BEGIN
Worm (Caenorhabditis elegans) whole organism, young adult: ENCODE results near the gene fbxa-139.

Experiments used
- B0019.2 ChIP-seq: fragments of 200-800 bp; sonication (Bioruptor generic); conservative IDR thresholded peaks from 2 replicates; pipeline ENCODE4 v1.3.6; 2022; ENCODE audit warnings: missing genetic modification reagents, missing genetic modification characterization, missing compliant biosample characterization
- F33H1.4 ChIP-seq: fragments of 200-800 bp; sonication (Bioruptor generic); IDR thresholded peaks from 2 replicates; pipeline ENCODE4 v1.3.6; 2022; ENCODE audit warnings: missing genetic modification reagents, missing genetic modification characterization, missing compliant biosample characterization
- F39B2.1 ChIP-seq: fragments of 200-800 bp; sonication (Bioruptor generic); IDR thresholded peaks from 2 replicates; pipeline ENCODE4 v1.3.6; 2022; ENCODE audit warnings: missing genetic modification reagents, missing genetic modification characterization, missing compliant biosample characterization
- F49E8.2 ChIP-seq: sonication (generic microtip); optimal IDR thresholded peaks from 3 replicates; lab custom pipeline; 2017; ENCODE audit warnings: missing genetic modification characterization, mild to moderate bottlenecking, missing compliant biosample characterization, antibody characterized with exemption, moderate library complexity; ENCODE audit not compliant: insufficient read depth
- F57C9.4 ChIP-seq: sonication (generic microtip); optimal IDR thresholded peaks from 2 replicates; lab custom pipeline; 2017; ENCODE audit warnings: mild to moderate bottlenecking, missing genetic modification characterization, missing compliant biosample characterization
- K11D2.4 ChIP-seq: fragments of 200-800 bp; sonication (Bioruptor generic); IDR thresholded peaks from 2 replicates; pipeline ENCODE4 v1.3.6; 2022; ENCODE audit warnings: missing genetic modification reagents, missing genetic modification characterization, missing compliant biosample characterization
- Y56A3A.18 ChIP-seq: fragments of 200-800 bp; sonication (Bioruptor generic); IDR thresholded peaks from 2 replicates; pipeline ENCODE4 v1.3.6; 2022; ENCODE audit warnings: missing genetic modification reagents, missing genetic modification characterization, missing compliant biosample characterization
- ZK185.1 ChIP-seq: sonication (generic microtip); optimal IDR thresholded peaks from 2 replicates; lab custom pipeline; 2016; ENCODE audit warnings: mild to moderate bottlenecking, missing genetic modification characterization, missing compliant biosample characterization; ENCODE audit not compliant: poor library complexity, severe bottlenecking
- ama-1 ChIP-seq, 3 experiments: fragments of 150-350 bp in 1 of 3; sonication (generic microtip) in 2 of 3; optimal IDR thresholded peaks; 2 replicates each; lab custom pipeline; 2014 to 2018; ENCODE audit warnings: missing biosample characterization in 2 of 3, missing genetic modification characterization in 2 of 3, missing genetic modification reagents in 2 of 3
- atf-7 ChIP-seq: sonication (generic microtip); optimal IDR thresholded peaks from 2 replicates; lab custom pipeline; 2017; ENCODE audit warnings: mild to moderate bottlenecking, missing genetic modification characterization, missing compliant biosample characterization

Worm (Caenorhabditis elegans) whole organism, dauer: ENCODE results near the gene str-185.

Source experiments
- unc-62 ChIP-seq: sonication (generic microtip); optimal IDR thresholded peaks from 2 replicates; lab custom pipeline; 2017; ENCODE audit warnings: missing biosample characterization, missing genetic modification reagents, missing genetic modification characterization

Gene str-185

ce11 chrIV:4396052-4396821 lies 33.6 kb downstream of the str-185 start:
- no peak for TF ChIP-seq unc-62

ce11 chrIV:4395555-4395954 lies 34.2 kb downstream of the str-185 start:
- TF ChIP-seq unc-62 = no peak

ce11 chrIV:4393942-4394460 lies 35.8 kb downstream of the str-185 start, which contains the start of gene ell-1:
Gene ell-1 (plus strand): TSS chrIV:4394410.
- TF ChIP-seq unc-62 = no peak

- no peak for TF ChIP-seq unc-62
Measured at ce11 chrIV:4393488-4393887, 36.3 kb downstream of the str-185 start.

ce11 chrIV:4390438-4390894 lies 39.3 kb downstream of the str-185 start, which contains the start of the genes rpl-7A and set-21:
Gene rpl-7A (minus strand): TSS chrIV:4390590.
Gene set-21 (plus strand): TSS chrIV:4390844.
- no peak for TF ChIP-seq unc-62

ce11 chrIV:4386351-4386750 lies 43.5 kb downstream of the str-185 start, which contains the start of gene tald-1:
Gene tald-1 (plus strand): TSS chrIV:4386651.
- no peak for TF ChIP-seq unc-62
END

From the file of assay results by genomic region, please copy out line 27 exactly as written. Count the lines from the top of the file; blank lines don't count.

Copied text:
Gene rpl-7A (minus strand): TSS chrIV:4390590.